I completely concede that for people who are used to much longer highway stints and do long trips often, the current battery and charger tech is not quite there yet. However, I am fairly sure that the current state of the art is already sufficient or more for a majority of drivers. And I'm saying that as someone who doesn't have home charging and only uses the charger at work once a week or so (thanks to project clients spread all over the place and almost never actually being in our office)... in half a year now I haven't had a single situation where state of charge prevented me from going somewhere or caused it to take notably longer than with an ICE car.

Nevertheless, better tech is always exciting and can only offer improvements for the overall EV quality-of-life, and make it suitable for more people who aren't quite convinced yet :)
 

Blind_Io

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I agree, I would love to park the Taurus and Xterra - relegating them to "road trip" and "towing or off road" status. My commute is just over a mile and then I go to the gym every evening. An EV is perfect for the vast majority of my driving.
 

Blind_Io

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I think there's a place for both nuclear power and renewable energy, living in a state that is used as a dumping ground for richer states' nuclear waste, I have some pretty strong feelings about how we currently manage radioactive waste material. Refining spend fuel rods is great, but there's a ton of other radioactive materials generated by nuclear power from protective clothing to radioactive water.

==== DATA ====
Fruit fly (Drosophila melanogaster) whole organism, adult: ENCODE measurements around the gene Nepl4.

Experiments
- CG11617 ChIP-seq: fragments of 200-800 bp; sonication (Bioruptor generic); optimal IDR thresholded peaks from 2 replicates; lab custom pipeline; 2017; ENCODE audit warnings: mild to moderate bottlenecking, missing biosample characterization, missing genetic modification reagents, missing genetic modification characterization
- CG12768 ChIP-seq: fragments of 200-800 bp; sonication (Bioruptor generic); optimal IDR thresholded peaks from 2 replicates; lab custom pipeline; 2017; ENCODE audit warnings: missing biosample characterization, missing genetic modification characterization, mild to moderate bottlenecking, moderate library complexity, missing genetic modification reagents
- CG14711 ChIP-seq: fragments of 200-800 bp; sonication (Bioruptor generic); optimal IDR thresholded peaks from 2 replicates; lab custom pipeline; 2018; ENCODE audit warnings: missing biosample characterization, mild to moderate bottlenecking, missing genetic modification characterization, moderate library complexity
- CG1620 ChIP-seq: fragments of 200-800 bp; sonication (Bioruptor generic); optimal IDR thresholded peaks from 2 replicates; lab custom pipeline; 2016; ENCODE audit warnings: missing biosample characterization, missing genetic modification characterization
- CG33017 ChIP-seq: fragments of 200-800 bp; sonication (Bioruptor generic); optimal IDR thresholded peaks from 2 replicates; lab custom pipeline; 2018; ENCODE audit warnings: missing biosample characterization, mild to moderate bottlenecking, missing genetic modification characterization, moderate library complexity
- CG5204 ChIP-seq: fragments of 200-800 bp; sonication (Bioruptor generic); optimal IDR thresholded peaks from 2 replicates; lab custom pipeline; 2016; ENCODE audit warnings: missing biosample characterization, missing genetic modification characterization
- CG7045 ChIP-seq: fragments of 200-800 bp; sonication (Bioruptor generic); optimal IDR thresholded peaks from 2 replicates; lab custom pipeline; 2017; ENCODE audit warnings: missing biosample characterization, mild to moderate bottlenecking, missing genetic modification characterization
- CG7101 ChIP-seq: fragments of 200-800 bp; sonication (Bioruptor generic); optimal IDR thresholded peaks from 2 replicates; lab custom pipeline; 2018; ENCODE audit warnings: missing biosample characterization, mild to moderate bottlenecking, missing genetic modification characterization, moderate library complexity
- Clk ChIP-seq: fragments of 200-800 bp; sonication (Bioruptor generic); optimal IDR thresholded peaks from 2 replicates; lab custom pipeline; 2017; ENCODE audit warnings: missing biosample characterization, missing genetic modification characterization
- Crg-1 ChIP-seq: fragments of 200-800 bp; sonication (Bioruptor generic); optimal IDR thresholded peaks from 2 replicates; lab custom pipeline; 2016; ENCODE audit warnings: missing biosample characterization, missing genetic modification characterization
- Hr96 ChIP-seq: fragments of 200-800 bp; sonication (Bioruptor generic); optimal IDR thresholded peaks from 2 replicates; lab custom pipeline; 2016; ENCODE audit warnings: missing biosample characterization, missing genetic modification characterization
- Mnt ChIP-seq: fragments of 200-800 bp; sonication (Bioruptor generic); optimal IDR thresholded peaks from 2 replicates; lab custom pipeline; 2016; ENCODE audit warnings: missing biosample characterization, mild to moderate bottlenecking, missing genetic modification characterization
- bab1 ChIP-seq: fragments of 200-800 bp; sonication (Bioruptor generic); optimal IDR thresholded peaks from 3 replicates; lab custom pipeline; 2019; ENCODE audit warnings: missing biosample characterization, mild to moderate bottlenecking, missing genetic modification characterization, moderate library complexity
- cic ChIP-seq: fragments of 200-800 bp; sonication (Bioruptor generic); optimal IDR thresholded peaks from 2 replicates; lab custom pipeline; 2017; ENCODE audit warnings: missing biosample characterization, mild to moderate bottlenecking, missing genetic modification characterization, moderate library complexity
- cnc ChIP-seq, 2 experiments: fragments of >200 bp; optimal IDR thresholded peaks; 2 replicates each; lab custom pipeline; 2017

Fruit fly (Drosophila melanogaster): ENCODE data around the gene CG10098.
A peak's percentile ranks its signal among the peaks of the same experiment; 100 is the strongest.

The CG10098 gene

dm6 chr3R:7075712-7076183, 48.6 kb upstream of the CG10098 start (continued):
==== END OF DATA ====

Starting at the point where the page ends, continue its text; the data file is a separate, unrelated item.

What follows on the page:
narf

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^ This is the truth. Kiki and I just did another run to LA for a family wedding. We will stop for a total of 20 minutes in the 10 hour drive - we fill up at home, stop once for fuel in St. George, Utah; once for fuel in Victorville, CA and then arrive at our destination with 75% of a tank. Driving home is the same with the exception of maybe stocking up on liquor and beer that we can't get in Utah. An EV would add significant time to our trip and be more dangerous due to driver fatigue.
:dunno: I can't do 10h of driving without food and restroom stops. If you can and do, BEVs aren't for you and those trips in many years.
 

MWF

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Just yesterday was taking kiddos and wife to a sunflower festival at a farm, get in car, fuel is low, fill up at the station on the way and get on highway.
Yes but if the car had been charging quietly all night as is the habit you would get into with an EV that wouldn’t be an issue.

Most people stop every 2-3 hours on long journeys for a break. If you accept that those breaks will need to be 20-30 minutes rather than 5-10 for just a piss and a coffee it’s not that much of an issue. As I said it’s just changing habits ever so slightly.
 

Blind_Io

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Stopping every 2 hours might be the norm in Europe, but in the American West you can drive 8+ hours and not even hit another city. If I jump in the car and head west right now, the first city of any size I hit is Reno, Nevada (which isn't exactly a big city). It's 7.5 hours away. The first major city I hit will be Sacramento, CA at 9 hours and 40 minutes.